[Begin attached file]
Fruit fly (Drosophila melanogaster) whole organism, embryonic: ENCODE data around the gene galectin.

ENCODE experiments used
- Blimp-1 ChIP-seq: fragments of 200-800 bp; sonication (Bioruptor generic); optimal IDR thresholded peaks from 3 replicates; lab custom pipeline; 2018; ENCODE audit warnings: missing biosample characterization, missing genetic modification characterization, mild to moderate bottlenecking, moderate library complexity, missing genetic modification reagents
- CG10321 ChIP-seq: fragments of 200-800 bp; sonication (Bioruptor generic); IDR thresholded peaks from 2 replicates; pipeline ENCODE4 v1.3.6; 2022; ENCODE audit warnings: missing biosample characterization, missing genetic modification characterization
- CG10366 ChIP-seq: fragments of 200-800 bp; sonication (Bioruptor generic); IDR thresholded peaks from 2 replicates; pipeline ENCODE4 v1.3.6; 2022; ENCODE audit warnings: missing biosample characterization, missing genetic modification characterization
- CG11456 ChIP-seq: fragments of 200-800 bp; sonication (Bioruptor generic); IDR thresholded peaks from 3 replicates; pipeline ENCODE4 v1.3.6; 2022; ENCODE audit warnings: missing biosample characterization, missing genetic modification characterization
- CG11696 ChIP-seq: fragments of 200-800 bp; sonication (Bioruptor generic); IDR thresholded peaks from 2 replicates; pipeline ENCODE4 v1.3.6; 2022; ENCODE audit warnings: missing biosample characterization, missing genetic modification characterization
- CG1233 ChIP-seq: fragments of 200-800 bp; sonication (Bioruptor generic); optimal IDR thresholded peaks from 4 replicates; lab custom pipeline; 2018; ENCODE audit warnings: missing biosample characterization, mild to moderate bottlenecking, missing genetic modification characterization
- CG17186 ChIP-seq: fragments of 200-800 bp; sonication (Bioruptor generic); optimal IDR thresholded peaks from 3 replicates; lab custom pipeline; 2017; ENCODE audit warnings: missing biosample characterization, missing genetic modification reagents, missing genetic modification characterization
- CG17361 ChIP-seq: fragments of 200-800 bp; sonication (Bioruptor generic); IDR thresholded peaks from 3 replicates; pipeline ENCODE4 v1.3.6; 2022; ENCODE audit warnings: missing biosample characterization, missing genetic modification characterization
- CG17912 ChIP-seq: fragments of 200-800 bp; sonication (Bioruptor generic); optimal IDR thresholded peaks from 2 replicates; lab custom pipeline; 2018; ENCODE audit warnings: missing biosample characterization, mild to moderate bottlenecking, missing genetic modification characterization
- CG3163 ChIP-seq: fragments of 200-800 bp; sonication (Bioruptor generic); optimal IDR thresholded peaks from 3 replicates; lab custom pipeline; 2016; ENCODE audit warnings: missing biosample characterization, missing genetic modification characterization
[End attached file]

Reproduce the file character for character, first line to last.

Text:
Fruit fly (Drosophila melanogaster) whole organism, embryonic: ENCODE data around the gene galectin.

ENCODE experiments used
- Blimp-1 ChIP-seq: fragments of 200-800 bp; sonication (Bioruptor generic); optimal IDR thresholded peaks from 3 replicates; lab custom pipeline; 2018; ENCODE audit warnings: missing biosample characterization, missing genetic modification characterization, mild to moderate bottlenecking, moderate library complexity, missing genetic modification reagents
- CG10321 ChIP-seq: fragments of 200-800 bp; sonication (Bioruptor generic); IDR thresholded peaks from 2 replicates; pipeline ENCODE4 v1.3.6; 2022; ENCODE audit warnings: missing biosample characterization, missing genetic modification characterization
- CG10366 ChIP-seq: fragments of 200-800 bp; sonication (Bioruptor generic); IDR thresholded peaks from 2 replicates; pipeline ENCODE4 v1.3.6; 2022; ENCODE audit warnings: missing biosample characterization, missing genetic modification characterization
- CG11456 ChIP-seq: fragments of 200-800 bp; sonication (Bioruptor generic); IDR thresholded peaks from 3 replicates; pipeline ENCODE4 v1.3.6; 2022; ENCODE audit warnings: missing biosample characterization, missing genetic modification characterization
- CG11696 ChIP-seq: fragments of 200-800 bp; sonication (Bioruptor generic); IDR thresholded peaks from 2 replicates; pipeline ENCODE4 v1.3.6; 2022; ENCODE audit warnings: missing biosample characterization, missing genetic modification characterization
- CG1233 ChIP-seq: fragments of 200-800 bp; sonication (Bioruptor generic); optimal IDR thresholded peaks from 4 replicates; lab custom pipeline; 2018; ENCODE audit warnings: missing biosample characterization, mild to moderate bottlenecking, missing genetic modification characterization
- CG17186 ChIP-seq: fragments of 200-800 bp; sonication (Bioruptor generic); optimal IDR thresholded peaks from 3 replicates; lab custom pipeline; 2017; ENCODE audit warnings: missing biosample characterization, missing genetic modification reagents, missing genetic modification characterization
- CG17361 ChIP-seq: fragments of 200-800 bp; sonication (Bioruptor generic); IDR thresholded peaks from 3 replicates; pipeline ENCODE4 v1.3.6; 2022; ENCODE audit warnings: missing biosample characterization, missing genetic modification characterization
- CG17912 ChIP-seq: fragments of 200-800 bp; sonication (Bioruptor generic); optimal IDR thresholded peaks from 2 replicates; lab custom pipeline; 2018; ENCODE audit warnings: missing biosample characterization, mild to moderate bottlenecking, missing genetic modification characterization
- CG3163 ChIP-seq: fragments of 200-800 bp; sonication (Bioruptor generic); optimal IDR thresholded peaks from 3 replicates; lab custom pipeline; 2016; ENCODE audit warnings: missing biosample characterization, missing genetic modification characterization